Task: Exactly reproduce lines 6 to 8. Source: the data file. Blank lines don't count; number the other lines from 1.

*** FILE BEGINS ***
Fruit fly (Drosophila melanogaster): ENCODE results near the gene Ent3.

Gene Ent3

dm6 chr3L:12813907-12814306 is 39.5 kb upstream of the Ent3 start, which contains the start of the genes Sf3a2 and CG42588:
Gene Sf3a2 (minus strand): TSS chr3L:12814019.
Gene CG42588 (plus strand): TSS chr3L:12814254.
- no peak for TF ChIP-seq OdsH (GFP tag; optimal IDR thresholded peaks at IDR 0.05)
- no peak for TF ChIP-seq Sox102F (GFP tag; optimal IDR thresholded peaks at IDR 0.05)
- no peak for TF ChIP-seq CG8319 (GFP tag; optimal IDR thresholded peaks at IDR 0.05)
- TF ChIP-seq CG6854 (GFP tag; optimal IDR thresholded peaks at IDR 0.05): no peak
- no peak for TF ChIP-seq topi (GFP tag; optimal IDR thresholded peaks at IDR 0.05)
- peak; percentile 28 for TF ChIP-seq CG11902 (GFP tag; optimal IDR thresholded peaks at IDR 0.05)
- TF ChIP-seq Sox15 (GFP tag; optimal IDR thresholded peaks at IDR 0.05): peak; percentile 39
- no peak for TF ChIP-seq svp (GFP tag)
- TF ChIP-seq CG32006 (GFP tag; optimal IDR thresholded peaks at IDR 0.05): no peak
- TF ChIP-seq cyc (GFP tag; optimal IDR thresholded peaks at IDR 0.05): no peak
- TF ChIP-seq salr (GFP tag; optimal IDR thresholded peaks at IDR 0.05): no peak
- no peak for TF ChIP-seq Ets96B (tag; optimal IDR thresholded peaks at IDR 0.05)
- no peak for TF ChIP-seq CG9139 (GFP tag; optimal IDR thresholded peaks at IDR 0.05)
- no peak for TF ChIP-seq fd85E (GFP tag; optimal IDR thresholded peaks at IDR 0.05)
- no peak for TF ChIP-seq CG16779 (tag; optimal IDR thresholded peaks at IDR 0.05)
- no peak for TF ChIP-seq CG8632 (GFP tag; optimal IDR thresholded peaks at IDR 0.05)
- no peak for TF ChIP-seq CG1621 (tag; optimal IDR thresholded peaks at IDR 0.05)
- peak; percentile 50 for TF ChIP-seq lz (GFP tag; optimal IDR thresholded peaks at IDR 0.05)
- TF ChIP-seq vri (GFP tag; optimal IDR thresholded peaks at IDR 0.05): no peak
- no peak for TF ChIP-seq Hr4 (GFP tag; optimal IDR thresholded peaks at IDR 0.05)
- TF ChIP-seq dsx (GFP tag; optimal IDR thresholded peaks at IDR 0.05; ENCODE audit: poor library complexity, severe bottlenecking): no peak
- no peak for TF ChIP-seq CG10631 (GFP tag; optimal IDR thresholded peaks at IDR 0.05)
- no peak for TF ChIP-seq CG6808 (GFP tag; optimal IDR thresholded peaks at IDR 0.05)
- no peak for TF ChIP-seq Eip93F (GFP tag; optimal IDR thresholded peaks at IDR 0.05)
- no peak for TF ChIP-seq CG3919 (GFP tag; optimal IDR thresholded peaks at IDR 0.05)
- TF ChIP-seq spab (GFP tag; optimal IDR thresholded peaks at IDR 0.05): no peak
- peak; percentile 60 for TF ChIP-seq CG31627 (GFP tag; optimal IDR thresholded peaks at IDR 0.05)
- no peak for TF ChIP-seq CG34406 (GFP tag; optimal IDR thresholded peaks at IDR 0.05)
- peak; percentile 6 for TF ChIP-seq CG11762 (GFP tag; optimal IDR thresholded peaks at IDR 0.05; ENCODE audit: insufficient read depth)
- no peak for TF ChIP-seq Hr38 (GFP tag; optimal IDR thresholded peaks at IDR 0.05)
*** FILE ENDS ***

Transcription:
- no peak for TF ChIP-seq OdsH (GFP tag; optimal IDR thresholded peaks at IDR 0.05)
- no peak for TF ChIP-seq Sox102F (GFP tag; optimal IDR thresholded peaks at IDR 0.05)
- no peak for TF ChIP-seq CG8319 (GFP tag; optimal IDR thresholded peaks at IDR 0.05)